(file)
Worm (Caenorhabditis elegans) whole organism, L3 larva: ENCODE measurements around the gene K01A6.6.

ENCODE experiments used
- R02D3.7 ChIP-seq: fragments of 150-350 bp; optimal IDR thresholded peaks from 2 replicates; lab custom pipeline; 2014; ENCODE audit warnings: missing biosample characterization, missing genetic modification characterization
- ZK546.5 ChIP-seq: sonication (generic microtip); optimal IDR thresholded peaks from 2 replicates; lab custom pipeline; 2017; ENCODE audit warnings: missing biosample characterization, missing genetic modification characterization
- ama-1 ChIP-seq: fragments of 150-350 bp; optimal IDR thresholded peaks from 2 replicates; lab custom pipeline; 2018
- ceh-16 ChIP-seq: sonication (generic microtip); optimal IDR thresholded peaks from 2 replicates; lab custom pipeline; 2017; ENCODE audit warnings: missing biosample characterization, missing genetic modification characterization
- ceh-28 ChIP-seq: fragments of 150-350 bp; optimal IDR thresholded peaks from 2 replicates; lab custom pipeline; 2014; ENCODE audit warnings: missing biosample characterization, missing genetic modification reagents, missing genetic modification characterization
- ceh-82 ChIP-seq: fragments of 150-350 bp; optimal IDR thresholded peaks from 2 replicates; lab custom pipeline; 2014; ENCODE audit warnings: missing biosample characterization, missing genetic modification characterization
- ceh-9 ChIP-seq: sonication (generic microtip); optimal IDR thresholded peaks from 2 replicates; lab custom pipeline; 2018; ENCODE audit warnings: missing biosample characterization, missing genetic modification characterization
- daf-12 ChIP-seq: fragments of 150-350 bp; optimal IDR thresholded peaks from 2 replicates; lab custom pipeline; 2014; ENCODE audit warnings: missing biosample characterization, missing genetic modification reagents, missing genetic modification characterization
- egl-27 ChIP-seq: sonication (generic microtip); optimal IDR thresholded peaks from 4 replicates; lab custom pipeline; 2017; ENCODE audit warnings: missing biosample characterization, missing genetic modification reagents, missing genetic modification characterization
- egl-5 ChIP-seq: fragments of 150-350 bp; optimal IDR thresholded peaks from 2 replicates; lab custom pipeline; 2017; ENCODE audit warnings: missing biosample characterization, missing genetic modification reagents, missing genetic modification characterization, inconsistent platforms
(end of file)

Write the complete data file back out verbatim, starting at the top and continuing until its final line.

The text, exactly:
Worm (Caenorhabditis elegans) whole organism, L3 larva: ENCODE measurements around the gene K01A6.6.

ENCODE experiments used
- R02D3.7 ChIP-seq: fragments of 150-350 bp; optimal IDR thresholded peaks from 2 replicates; lab custom pipeline; 2014; ENCODE audit warnings: missing biosample characterization, missing genetic modification characterization
- ZK546.5 ChIP-seq: sonication (generic microtip); optimal IDR thresholded peaks from 2 replicates; lab custom pipeline; 2017; ENCODE audit warnings: missing biosample characterization, missing genetic modification characterization
- ama-1 ChIP-seq: fragments of 150-350 bp; optimal IDR thresholded peaks from 2 replicates; lab custom pipeline; 2018
- ceh-16 ChIP-seq: sonication (generic microtip); optimal IDR thresholded peaks from 2 replicates; lab custom pipeline; 2017; ENCODE audit warnings: missing biosample characterization, missing genetic modification characterization
- ceh-28 ChIP-seq: fragments of 150-350 bp; optimal IDR thresholded peaks from 2 replicates; lab custom pipeline; 2014; ENCODE audit warnings: missing biosample characterization, missing genetic modification reagents, missing genetic modification characterization
- ceh-82 ChIP-seq: fragments of 150-350 bp; optimal IDR thresholded peaks from 2 replicates; lab custom pipeline; 2014; ENCODE audit warnings: missing biosample characterization, missing genetic modification characterization
- ceh-9 ChIP-seq: sonication (generic microtip); optimal IDR thresholded peaks from 2 replicates; lab custom pipeline; 2018; ENCODE audit warnings: missing biosample characterization, missing genetic modification characterization
- daf-12 ChIP-seq: fragments of 150-350 bp; optimal IDR thresholded peaks from 2 replicates; lab custom pipeline; 2014; ENCODE audit warnings: missing biosample characterization, missing genetic modification reagents, missing genetic modification characterization
- egl-27 ChIP-seq: sonication (generic microtip); optimal IDR thresholded peaks from 4 replicates; lab custom pipeline; 2017; ENCODE audit warnings: missing biosample characterization, missing genetic modification reagents, missing genetic modification characterization
- egl-5 ChIP-seq: fragments of 150-350 bp; optimal IDR thresholded peaks from 2 replicates; lab custom pipeline; 2017; ENCODE audit warnings: missing biosample characterization, missing genetic modification reagents, missing genetic modification characterization, inconsistent platforms